Monster's Latest Moves More Focused On Employers Than Job Seekers
Job seekers, too, will find they can more easily target the positions they want using the new Seeker Job Search technology, but it will be even more important for them to write resumes that make proper use of keywords. As I wrote in my book, Surviving a Layoff: A Week-By-Week Guide to Getting Your Life Back Together, it's becoming more and more critical for job seekers to design a resume for each job based on the keywords used in the posted job description. For jobs posted on Monster.com after the new 6Sense software is fully deployed, it's likely these keywords will play a big part in determining whether a candidate makes it onto the short list of potential hires. When I asked Hanson about this, he agreed.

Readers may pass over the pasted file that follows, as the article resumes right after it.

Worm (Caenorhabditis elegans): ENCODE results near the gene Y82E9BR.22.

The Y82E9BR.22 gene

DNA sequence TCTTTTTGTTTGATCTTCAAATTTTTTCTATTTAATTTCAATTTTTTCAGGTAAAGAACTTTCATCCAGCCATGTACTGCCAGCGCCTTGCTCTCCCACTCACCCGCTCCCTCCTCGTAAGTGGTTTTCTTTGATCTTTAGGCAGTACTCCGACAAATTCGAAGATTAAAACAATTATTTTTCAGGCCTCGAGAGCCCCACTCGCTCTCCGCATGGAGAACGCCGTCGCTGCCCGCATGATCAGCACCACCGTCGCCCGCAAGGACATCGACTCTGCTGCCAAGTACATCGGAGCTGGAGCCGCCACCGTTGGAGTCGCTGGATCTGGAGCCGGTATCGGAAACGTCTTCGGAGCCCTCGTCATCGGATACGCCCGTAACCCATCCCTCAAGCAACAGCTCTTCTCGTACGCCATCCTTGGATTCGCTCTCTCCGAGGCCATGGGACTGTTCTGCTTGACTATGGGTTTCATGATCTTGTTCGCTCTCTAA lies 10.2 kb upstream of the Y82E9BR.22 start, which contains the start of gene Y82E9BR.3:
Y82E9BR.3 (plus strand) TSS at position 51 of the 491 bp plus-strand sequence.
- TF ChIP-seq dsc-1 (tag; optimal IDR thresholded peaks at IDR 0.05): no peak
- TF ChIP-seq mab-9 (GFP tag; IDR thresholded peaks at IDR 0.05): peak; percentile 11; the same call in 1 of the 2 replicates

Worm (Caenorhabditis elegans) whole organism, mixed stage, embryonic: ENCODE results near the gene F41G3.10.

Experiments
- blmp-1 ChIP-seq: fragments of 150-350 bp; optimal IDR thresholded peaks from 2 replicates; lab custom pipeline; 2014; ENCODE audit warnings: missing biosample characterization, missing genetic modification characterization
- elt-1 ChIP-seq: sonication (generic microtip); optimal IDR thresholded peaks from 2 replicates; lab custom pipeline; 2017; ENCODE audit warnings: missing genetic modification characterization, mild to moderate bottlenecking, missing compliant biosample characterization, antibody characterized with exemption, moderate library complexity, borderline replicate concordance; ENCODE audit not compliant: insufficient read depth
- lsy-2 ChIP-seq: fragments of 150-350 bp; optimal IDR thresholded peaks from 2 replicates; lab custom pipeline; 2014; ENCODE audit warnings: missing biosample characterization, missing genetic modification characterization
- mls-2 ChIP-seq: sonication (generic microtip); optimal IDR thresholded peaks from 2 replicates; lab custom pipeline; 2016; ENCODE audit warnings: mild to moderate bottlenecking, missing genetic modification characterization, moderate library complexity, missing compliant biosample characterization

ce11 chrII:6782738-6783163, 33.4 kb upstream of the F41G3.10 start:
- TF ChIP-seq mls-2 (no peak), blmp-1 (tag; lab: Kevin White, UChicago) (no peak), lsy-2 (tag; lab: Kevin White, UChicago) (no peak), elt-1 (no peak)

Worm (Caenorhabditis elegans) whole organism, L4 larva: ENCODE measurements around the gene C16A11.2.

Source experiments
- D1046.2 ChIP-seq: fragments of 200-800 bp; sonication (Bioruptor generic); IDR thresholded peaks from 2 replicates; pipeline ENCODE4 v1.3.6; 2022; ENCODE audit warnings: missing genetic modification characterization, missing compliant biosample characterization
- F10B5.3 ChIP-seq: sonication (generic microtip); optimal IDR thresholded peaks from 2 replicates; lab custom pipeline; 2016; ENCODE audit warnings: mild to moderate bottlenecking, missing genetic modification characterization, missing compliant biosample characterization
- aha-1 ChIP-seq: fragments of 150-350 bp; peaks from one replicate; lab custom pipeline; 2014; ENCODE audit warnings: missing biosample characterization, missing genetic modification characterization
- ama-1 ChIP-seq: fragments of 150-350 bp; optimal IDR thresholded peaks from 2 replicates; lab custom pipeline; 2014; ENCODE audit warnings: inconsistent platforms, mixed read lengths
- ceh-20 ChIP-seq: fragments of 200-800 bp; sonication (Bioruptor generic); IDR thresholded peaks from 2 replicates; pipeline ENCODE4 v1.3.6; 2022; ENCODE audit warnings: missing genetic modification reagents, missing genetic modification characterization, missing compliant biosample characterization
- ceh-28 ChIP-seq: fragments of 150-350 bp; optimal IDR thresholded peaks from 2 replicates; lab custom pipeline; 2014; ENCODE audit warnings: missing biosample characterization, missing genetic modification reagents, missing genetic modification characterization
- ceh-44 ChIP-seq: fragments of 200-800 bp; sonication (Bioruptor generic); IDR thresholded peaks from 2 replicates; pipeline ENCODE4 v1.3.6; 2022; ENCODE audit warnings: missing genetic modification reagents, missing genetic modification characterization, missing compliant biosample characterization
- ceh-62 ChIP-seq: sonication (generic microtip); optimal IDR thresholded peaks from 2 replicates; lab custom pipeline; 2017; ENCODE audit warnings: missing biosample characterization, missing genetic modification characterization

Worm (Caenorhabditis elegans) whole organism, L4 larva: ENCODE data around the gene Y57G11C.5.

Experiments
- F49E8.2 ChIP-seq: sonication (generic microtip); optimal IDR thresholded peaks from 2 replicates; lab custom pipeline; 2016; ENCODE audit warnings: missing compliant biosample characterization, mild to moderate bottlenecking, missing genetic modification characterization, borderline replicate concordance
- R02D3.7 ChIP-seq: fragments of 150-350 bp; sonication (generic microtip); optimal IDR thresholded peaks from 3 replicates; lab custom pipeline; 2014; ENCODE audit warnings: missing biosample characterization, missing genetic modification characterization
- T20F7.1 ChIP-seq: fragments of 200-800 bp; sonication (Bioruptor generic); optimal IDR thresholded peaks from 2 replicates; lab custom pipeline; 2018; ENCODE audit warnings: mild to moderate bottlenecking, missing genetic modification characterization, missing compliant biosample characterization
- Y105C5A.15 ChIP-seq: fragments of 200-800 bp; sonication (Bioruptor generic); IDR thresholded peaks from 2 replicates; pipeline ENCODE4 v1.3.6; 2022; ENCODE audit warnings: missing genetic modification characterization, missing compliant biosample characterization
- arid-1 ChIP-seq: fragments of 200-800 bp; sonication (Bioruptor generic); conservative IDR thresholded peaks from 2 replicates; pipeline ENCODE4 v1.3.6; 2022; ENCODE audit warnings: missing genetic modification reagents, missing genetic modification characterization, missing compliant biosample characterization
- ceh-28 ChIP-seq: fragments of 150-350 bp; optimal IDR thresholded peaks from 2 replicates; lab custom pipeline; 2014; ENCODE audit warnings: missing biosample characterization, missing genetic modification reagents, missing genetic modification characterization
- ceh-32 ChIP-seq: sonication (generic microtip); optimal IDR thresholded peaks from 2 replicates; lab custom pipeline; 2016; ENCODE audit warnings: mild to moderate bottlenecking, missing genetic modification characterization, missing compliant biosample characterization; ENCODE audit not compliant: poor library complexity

Looking ahead, Monster.com expects to expand its employer customer base in the health, finance, insurance and retail arenas. Henson said he is hearing "great excitement about the product from their customers."
Monster gets traffic from 17 million unique visitors each month, while Yahoo's traffic is much smaller -- just 12.6 million visitors, according to Henson. So while Monster.com is looking for some growth in traffic thanks to this acquisition, it expects the primary benefit to derive from the new business customers who will pay for listings.
Henson could not comment on whether or not employees will be laid off after the acquisition. But given that there is so much traffic overlap between the two sites, once the acquisition is complete, layoffs must be considered likely. Even people whose job is to help people find jobs could soon be losing theirs in this economy.